among cinquefoil, as the toothed moon rises:
And the soul creeps out of the tree.
The recipient of the 2020 Nobel Prize in Literature, American poet Louise Glück “examines our compulsion to tell the same stories, again and again.” As Walt Hunter wrote in The Atlantic, “One of the most striking qualities about the poetry of Glück, is the way it returns to the start of things—a story, a myth, a day, a marriage, a childhood. The question How do we begin anew? runs throughout the poet’s work, from Firstborn (1968) to her most recent collection, Faithful and Virtuous Night (2014).”
Glück is the first woman to receive the Nobel Prize for writing poetry since the literature category was established in 1901. The author of 12 poetry collections and several essays, she has received numerous accolades for her work:
- The Triumph of Achilles (Ecco Press, 1985), The National Book Critics Circle Award—Winner, 1985
- Ararat (Ecco Press, 1990), The Bobbitt National Prize for Poetry—Winner, 1992
- The Wild Iris (Ecco Press, 1992), Pulitzer Prize—Winner, 1993
- Vita Nova (HarperCollins, 1999), Ambassador Book Award for Poetry—Winner, 2000
- Vita Nova (Ecco Press, 1999), Yale University’s Bollingen Prize in Poetry—Winner, 2001
- Averno (Farrar, Straus and Giroux, 2006), PEN/Winship Award for Poetry—Winner, 2006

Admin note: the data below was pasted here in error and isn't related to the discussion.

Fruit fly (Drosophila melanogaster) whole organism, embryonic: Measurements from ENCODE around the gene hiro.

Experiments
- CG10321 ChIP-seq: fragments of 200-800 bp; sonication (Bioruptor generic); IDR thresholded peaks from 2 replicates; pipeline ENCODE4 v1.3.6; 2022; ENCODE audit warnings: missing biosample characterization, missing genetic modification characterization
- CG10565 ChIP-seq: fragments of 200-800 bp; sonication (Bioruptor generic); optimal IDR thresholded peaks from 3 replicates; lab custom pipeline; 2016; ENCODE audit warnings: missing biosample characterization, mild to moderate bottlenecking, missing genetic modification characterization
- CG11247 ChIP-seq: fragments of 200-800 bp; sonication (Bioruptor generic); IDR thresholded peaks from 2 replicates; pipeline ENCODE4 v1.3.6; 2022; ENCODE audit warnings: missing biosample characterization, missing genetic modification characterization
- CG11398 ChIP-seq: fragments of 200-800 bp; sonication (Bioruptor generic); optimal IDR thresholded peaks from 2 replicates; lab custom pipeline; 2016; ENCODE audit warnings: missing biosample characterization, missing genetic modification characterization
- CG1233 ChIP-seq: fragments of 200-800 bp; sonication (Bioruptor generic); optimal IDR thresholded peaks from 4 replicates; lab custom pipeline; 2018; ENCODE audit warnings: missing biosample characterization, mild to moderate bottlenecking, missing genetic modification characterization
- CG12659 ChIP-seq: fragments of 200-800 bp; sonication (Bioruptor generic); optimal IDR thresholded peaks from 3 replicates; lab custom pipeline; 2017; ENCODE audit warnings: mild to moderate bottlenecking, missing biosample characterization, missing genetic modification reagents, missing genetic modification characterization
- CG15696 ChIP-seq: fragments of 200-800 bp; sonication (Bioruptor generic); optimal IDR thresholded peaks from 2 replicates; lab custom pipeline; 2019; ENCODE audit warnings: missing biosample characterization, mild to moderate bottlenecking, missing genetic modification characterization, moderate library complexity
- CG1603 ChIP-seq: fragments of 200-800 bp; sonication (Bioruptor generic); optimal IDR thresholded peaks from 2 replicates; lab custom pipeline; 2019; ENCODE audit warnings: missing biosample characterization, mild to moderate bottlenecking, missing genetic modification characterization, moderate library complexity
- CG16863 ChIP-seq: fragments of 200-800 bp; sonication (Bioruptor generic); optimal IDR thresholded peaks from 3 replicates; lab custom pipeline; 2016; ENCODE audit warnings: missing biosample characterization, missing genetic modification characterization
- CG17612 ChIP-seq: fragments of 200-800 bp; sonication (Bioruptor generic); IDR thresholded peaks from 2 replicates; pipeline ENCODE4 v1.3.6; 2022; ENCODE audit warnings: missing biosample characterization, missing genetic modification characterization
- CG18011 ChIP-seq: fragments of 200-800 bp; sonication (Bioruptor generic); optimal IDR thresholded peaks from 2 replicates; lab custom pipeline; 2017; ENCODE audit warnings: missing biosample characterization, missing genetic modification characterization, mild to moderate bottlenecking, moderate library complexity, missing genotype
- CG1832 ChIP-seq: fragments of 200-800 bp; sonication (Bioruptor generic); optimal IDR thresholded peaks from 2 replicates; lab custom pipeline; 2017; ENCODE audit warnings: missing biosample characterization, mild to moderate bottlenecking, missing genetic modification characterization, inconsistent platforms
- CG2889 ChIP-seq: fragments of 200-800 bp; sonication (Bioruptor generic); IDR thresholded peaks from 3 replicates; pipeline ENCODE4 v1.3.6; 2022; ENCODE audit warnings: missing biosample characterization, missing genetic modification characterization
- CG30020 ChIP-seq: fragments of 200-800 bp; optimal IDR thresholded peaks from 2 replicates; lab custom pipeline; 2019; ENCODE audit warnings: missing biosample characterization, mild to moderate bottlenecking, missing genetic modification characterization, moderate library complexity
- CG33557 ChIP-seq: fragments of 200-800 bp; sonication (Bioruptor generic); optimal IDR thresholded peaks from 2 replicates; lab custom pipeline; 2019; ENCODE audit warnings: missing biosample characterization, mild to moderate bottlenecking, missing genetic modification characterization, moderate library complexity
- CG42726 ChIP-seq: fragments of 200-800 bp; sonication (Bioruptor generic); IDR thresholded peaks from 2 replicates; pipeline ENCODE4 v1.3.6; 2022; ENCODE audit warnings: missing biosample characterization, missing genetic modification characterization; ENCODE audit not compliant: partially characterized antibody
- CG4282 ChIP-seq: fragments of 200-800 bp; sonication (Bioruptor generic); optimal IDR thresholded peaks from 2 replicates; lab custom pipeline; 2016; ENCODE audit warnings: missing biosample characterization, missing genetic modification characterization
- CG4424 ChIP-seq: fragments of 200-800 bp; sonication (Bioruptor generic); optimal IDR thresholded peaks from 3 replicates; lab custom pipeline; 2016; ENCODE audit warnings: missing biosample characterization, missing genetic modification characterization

- Averno (Farrar, Straus and Giroux, 2006), Ambassador Book Award for Poetry—Winner, 2007
- Faithful and Virtuous Night (Farrar, Straus, and Giroux, 2014), The National Book Award in Poetry—Winner, 2014
She was elected a Chancellor of the Academy of American Poets in 1999, was appointed as the Library of Congress’s twelfth poet laureate in 2003, and in 2015 received the National Humanities Medal from President Barack Obama. Glück received the Nobel Prize for “her unmistakable poetic voice that with austere beauty makes individual existence universal.” As Anders Olsson, Chairman of the Nobel Committee wrote, “In her poems, the self listens for what is left of its dreams and delusions, and nobody can be harder than she in confronting the illusions of the self. She seeks the universal, and in this she takes inspiration from myths and classical motifs, present in most of her works. The voices of Dido, Persephone and Eurydice–the abandoned, the punished, the betrayed–are masks for a self in transformation, as personal as it is universally valid.”
Glück was born in New York City in 1943 and was raised on Long Island. She attended Sarah Lawrence College and Columbia University. She is a professor of English, Rosenkranz Writer-in-Residence, at Yale University, and currently resides in Cambridge, Mass.
Learn more about Louise Glück:
- Dictionary of Literary Biography’s Entry
Whitfill, Patrick. “Louise Glück (22 April 1943-).” Twenty-First-Century American Poets, Third Series, edited by John Cusatis, vol. 380, Gale, 2017, pp. 146-159. Dictionary of Literary Biography Vol. 380. Gale Literature: Dictionary of Literary Biography, Accessed 16 Oct. 2020.
- Falvey Memorial Library’s collected works by Glück and about Glück
- Reviews of her works
- Colm Tóibín with Louise Glück: Clytemnestra Revisited Video (New York Public Library)
- A recent profile (The New Yorker)
- Further poetry resources (Falvey’s English subject guide)
Text by Kallie Stahl, Communication and Marketing Specialist at Falvey Memorial Library. Links curated by Sarah Wingo, MA, MSI, the Liaison Librarian for English Lit, Theatre, and Romance Languages.